Spasmodic Dysphonia

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Spasmodic dysphonia is a form of dystonia, a group of neurological disorders characterized by involuntary muscle spasms. It is a voice disorder involving involuntary spasms of the voice box muscles and causing the voice to break or to have a tight, strained, or strangled quality. Patients with spasmodic dysphonia may have difficulty communicating clearly.

There are two types of spasmodic dysphonia. In adductor spasmodic dysphonia, the vocal folds come together (adduct) tightly at the wrong time during speech, making it difficult to produce voice. In the more common abductor spasmodic dysphonia, the vocal folds move apart (abduct) at the wrong time during speech, causing air leaks. There may also be a combination of the two called mixed spasmodic dysphonia.

Botox Injection

Although most commonly known for its cosmetic indications, botulinum toxin, also known as Botox, is a synthetic chemical that can be used to block nerve signal for treatment of a wide range of conditions, including voice disorders such as spasmodic dysphonia or vocal cord paralysis.

Injected directly into the vocal cords, Botox relaxes the muscles to relieve symptoms such as difficulty speaking and a tight, strained, or strangled quality to the voice. The medication weakens the vocal cord muscle to interrupt nerve signals for effective symptom relief.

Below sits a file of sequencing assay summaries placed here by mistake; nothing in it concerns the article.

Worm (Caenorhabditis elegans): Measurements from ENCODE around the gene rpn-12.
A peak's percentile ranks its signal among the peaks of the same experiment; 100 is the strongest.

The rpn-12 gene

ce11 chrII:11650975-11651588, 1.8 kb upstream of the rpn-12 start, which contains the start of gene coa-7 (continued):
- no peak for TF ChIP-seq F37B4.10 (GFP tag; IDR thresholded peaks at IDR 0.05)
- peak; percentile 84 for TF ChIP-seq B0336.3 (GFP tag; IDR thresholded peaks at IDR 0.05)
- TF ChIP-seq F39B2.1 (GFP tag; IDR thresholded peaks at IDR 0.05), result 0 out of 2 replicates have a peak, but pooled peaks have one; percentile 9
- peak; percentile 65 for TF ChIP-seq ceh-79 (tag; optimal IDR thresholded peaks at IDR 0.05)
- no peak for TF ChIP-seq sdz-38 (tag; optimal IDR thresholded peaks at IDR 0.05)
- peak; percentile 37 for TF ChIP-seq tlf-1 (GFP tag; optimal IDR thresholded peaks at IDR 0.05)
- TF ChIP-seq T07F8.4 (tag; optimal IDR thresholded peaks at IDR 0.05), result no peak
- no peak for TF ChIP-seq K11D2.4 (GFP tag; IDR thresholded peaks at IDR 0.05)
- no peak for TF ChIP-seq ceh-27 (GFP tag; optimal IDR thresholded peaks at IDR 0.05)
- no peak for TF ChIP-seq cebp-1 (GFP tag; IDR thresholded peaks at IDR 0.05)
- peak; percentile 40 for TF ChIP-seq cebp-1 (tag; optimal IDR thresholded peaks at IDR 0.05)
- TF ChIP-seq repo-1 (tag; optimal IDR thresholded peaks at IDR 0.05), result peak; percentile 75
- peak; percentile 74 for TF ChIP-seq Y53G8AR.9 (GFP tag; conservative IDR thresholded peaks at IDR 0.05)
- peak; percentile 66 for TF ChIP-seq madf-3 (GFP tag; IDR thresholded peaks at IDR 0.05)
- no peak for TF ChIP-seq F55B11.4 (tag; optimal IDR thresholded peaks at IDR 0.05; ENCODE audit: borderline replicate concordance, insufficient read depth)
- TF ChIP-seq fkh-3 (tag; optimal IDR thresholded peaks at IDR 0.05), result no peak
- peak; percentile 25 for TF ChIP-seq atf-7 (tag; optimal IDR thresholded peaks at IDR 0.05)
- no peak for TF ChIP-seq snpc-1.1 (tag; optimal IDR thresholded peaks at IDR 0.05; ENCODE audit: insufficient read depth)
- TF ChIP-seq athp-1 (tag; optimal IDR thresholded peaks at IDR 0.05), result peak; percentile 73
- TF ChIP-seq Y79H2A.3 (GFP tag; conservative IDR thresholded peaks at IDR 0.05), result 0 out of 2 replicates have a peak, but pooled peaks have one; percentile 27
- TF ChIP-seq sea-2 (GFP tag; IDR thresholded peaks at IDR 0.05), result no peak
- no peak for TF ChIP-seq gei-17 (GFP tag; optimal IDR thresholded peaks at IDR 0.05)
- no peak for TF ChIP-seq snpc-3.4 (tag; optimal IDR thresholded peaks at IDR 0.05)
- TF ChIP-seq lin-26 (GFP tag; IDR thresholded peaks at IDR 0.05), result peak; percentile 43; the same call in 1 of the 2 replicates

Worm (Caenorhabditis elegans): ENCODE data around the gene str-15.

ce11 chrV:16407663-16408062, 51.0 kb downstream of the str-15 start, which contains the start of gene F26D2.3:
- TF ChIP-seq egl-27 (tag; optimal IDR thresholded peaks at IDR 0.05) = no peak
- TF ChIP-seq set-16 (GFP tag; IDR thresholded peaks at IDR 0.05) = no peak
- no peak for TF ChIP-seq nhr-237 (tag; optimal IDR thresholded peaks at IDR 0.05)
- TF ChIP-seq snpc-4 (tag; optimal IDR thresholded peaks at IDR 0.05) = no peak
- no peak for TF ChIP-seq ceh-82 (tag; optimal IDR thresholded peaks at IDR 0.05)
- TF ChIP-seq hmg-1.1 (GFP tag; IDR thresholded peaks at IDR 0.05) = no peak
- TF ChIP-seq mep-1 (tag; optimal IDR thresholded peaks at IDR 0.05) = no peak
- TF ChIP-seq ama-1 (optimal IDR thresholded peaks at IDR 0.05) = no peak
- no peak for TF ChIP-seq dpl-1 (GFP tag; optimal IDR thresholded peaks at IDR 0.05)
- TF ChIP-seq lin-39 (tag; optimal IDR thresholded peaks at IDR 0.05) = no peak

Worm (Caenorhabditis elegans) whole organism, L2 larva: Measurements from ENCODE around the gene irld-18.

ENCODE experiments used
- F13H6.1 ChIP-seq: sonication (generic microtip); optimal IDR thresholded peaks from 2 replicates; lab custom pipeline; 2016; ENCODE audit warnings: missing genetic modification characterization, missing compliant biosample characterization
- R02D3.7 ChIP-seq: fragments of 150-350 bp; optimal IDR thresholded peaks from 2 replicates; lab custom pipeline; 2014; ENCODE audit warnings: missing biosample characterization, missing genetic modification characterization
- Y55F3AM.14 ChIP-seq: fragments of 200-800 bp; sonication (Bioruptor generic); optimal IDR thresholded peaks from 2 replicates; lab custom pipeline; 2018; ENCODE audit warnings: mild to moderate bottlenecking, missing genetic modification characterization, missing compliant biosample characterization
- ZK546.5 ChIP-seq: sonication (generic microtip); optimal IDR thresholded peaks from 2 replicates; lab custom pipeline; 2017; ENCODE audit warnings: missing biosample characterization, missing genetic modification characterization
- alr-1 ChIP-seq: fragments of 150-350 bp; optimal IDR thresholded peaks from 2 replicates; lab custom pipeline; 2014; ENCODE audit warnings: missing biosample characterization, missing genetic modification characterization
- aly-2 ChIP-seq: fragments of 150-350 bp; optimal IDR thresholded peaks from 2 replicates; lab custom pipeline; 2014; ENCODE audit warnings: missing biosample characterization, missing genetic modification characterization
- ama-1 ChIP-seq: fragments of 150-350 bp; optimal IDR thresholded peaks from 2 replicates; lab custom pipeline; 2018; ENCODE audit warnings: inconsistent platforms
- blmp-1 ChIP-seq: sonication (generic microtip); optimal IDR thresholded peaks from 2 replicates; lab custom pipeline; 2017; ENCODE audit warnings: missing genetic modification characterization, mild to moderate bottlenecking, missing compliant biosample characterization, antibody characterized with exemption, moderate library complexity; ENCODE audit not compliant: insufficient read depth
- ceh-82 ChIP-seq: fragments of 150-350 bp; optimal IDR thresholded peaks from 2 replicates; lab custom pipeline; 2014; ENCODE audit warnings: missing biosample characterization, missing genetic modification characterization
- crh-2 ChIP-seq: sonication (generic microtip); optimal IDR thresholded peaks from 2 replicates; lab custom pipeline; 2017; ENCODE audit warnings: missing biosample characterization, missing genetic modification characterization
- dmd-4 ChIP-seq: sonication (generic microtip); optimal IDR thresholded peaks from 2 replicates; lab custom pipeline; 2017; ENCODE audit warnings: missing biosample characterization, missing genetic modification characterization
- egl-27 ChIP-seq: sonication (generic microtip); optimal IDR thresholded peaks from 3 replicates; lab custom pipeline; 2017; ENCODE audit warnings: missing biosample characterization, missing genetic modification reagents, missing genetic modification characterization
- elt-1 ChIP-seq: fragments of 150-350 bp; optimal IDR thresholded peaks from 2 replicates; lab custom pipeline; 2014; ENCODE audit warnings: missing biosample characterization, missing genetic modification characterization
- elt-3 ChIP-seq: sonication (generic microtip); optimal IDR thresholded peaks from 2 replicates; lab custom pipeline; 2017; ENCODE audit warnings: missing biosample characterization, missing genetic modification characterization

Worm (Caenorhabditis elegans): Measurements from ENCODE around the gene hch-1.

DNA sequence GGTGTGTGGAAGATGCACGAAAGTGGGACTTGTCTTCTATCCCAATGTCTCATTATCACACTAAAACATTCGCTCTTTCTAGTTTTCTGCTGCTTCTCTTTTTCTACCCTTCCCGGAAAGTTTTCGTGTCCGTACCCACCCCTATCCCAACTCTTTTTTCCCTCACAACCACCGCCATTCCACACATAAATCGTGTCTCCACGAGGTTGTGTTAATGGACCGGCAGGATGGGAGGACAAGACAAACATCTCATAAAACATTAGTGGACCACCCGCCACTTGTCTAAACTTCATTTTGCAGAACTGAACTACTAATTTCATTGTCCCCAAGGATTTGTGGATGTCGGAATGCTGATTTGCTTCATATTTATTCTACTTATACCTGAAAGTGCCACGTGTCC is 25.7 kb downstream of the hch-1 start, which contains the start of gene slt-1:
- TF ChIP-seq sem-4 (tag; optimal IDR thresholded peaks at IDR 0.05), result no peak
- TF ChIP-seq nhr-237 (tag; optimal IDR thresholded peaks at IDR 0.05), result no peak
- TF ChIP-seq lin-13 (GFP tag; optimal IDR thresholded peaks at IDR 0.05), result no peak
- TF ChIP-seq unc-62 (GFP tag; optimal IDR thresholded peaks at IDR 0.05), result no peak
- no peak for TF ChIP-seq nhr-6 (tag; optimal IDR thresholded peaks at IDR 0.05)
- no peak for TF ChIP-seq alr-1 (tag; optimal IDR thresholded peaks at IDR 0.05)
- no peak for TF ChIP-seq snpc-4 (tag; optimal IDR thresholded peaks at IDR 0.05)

Laryngeal Electromyography (EMG)

Laryngeal electromyography (EMG) is a diagnostic exam that evaluates the health of the vocal cord muscles and the nerves that control them by measuring muscle electrical activity. This test is most commonly performed to determine the cause of muscle weakness, as well as to predict recovery from vocal cord paralysis and other related conditions. It is often performed with Botox injections to ensure that the medication is injected into the proper muscle.

During the EMG exam, thin needle electrodes are inserted through the skin and into the muscle, where they detect electrical activity while the vocal cord muscle is at rest and contracting. Patients may experience mild pain when the electrodes are inserted, but this is tolerable for most. This test is usually performed in conjunction with a nerve conduction velocity test.

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